What you see is the drop-off entrance and canopy, located on a private alley that runs between Hull and McDonough Streets. The center is one of the elements of the RSA’s Monroe Street project, the piece which secured Governor Hunt’ vital support of the massive undertaking (Hunt had opposed the RSA’s Washington Street work three years earlier). The RSA felt that available child care was a necessary component of downtown development, and this tied in nicely with a passion of the Governor’s wife. The biggest issue: Before the work was completed, Hunt was convicted of a felony and removed from office. So do we name it for the wife of a felon? The RSA decided a deal was a deal, and proceeded as promised. Gov Hunt’s name was on large RSA construction job signs all over downtown, and soon after he departed, it fell to me to see that all these were quietly changed during the dawn hours of a single day so no picture could be taken of “the changing of the guard”.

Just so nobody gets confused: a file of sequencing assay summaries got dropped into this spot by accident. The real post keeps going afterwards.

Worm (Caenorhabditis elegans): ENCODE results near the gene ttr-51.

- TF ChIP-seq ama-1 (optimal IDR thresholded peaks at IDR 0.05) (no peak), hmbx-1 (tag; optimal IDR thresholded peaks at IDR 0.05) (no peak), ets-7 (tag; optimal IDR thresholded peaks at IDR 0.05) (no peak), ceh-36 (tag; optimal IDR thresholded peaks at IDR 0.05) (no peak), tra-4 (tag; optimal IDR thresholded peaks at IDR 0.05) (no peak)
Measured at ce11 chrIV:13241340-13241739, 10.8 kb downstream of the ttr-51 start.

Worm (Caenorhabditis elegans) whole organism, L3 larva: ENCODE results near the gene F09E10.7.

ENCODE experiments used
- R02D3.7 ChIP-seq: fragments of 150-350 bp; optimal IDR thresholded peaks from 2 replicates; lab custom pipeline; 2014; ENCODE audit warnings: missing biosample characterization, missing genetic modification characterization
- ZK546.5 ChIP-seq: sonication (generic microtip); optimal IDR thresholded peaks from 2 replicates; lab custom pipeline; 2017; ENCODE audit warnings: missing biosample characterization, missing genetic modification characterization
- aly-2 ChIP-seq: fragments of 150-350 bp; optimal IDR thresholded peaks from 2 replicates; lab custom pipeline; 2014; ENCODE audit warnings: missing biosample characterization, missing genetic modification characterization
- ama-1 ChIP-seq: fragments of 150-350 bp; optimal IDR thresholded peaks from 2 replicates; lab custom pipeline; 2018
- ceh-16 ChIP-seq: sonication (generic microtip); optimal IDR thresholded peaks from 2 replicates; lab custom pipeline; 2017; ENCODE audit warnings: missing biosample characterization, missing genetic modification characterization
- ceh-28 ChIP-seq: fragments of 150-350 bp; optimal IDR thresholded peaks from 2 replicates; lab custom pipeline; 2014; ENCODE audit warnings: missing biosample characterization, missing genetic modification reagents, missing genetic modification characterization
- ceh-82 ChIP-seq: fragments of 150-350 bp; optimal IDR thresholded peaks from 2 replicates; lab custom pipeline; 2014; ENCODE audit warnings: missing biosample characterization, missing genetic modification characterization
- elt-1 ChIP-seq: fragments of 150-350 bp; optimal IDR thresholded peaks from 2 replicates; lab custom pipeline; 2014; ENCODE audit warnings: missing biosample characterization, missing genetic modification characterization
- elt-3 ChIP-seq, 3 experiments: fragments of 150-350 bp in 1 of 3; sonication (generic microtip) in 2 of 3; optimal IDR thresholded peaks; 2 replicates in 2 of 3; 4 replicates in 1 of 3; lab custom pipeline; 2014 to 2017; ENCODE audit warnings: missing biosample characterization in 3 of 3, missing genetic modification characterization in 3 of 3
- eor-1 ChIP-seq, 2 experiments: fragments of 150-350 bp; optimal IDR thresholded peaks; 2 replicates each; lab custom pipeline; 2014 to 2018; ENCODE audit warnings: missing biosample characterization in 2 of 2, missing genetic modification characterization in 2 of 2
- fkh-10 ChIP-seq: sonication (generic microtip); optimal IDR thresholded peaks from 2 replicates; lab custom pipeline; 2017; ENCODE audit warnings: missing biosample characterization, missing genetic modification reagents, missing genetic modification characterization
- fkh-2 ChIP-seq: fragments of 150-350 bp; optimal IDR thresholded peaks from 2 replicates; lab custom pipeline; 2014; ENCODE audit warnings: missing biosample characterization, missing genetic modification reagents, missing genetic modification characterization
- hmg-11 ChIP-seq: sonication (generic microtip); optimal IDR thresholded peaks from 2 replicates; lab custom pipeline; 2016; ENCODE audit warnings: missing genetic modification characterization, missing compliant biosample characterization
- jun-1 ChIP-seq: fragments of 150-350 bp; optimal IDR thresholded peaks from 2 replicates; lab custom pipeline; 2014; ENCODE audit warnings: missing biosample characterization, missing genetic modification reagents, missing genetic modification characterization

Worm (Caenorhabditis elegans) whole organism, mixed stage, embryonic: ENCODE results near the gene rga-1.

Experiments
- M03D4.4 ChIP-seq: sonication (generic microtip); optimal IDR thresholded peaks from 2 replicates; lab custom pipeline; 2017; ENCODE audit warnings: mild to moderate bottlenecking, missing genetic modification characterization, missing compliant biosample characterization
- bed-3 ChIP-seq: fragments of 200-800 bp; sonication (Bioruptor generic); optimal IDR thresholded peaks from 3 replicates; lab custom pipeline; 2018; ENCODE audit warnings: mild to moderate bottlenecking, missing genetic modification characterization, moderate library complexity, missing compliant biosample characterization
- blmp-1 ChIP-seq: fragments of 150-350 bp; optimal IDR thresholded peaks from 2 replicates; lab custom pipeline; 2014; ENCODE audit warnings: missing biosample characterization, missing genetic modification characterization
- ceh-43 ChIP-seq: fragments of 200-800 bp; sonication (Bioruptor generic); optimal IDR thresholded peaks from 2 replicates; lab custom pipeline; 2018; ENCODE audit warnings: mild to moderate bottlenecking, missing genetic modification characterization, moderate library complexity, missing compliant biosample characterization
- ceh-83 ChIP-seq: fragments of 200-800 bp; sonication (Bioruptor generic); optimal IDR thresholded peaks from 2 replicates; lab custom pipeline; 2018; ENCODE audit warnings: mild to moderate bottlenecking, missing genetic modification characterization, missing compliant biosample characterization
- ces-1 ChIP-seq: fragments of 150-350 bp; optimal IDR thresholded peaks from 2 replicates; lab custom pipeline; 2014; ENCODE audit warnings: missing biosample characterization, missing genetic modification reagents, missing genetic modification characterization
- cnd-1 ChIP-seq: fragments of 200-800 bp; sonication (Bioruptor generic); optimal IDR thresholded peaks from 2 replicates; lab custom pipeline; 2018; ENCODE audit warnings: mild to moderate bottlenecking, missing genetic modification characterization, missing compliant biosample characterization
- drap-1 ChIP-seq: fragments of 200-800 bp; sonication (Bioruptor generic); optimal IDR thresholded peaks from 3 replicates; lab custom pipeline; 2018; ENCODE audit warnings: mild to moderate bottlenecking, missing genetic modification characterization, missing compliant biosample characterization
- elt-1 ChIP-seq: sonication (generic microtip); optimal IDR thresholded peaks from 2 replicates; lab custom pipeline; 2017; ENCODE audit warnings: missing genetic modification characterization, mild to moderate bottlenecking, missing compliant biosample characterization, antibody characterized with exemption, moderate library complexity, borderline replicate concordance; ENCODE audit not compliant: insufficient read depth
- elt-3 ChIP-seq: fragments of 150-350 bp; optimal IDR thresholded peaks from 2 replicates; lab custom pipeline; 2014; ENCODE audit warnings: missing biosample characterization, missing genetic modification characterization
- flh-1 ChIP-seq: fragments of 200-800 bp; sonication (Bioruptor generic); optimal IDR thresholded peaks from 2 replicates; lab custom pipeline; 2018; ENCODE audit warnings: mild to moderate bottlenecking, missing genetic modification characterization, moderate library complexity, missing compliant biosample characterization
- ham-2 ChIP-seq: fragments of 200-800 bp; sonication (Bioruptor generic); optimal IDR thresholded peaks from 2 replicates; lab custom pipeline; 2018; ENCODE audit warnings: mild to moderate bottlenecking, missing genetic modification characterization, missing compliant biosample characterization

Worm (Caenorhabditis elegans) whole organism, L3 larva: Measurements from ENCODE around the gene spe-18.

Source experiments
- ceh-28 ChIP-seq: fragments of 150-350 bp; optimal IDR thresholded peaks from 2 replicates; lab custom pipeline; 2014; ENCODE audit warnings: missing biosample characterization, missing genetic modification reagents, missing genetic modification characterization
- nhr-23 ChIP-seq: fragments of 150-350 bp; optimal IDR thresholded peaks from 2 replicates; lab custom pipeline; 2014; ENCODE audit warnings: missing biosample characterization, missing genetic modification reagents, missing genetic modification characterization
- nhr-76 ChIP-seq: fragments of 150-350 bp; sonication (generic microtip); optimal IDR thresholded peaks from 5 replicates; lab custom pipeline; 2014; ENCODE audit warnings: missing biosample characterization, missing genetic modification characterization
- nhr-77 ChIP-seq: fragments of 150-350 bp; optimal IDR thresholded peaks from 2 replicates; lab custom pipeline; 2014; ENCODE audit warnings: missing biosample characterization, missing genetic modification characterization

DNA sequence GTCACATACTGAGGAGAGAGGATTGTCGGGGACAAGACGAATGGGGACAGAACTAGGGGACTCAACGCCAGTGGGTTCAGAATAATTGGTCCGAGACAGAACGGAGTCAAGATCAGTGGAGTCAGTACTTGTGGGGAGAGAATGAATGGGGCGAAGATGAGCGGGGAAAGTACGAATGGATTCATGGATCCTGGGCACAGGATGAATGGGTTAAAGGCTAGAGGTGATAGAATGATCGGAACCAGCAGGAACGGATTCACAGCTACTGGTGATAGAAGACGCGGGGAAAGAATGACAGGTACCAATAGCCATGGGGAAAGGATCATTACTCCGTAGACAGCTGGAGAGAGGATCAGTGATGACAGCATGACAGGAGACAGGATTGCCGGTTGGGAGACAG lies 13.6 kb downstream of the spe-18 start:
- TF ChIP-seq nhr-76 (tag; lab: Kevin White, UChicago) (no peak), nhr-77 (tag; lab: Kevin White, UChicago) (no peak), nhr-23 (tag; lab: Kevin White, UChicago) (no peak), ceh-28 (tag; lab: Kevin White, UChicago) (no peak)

At right, Guy and Helen Hunt together near the end of his time. He was an Amway salesman, farmer and Primitive Baptist preacher, who in 1987 became Alabama’s first Republican governor in 110 years. His election was a fluke, the result of a public reaction to the Democratic executive committee’s arrogant rejection of its own Primary winner. Hunt served six years, and at the end of his first year was named as one of the nation’s top governors by U S News & World Reports. In 1993 he was convicted of misusing his tax-free inaugural funds and his impeachment was automatic. Hunt was later pardoned, but he never recovered from the stigma, and died a broken man.